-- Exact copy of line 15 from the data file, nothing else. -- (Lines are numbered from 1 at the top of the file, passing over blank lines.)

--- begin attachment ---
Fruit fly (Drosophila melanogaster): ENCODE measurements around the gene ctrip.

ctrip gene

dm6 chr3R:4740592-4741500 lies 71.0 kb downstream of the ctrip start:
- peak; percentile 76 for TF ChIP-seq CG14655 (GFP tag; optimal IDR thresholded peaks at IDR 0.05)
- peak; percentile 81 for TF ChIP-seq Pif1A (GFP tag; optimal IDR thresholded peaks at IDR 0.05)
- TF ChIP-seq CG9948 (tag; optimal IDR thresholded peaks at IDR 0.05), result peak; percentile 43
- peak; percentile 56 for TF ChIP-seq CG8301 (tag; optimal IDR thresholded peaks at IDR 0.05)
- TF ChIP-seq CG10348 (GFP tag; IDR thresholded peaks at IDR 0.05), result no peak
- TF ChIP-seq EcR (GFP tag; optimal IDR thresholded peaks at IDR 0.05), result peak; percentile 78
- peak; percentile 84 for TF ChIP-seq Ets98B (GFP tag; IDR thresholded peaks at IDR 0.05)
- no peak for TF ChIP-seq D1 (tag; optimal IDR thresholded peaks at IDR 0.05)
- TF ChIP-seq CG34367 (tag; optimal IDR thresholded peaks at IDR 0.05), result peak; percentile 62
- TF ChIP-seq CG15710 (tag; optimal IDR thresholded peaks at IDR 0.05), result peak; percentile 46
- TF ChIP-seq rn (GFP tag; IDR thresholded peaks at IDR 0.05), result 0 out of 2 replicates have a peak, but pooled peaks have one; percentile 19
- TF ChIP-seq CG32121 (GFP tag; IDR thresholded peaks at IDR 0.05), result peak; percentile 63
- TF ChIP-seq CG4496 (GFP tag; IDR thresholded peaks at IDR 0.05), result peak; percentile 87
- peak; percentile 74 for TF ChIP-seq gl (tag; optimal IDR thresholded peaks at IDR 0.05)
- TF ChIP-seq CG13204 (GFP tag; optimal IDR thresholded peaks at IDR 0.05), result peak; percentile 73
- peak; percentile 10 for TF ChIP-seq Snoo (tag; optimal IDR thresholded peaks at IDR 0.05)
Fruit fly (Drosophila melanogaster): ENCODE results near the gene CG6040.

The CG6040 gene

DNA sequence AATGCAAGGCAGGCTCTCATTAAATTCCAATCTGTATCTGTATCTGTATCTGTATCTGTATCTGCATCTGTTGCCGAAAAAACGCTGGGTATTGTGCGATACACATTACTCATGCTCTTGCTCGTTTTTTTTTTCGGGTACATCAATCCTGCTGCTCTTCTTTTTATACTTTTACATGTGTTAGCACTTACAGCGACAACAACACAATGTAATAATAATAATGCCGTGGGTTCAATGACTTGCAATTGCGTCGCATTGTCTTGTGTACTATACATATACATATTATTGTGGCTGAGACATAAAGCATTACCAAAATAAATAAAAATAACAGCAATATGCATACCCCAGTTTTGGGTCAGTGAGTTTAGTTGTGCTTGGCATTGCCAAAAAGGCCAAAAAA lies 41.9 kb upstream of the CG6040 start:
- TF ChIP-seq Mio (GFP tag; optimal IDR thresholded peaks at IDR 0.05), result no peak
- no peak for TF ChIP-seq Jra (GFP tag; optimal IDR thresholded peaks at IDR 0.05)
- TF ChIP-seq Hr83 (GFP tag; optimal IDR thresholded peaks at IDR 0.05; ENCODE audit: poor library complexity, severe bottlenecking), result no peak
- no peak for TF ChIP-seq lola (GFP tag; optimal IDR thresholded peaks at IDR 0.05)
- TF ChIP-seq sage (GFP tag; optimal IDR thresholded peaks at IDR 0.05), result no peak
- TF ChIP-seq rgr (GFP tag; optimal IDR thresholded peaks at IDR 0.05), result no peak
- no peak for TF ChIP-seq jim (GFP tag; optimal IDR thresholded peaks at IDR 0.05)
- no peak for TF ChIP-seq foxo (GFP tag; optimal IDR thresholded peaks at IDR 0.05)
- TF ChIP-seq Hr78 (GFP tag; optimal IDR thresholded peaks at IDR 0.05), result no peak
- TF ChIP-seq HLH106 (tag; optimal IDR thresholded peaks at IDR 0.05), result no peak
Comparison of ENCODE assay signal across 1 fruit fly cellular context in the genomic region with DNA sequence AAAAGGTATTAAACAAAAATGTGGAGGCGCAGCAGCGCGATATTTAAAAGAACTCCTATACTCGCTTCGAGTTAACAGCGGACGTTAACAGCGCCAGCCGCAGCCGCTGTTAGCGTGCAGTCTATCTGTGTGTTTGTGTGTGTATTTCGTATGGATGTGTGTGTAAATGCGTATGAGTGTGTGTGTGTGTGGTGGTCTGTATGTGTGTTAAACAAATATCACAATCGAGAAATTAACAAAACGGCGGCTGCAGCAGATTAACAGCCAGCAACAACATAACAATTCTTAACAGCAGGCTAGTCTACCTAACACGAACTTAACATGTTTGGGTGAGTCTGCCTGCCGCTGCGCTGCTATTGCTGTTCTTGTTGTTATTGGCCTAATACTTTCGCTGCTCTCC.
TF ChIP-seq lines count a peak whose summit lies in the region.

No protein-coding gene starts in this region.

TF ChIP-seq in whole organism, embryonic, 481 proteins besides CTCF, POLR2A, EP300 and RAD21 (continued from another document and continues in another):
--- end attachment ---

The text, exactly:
- TF ChIP-seq CG32121 (GFP tag; IDR thresholded peaks at IDR 0.05), result peak; percentile 63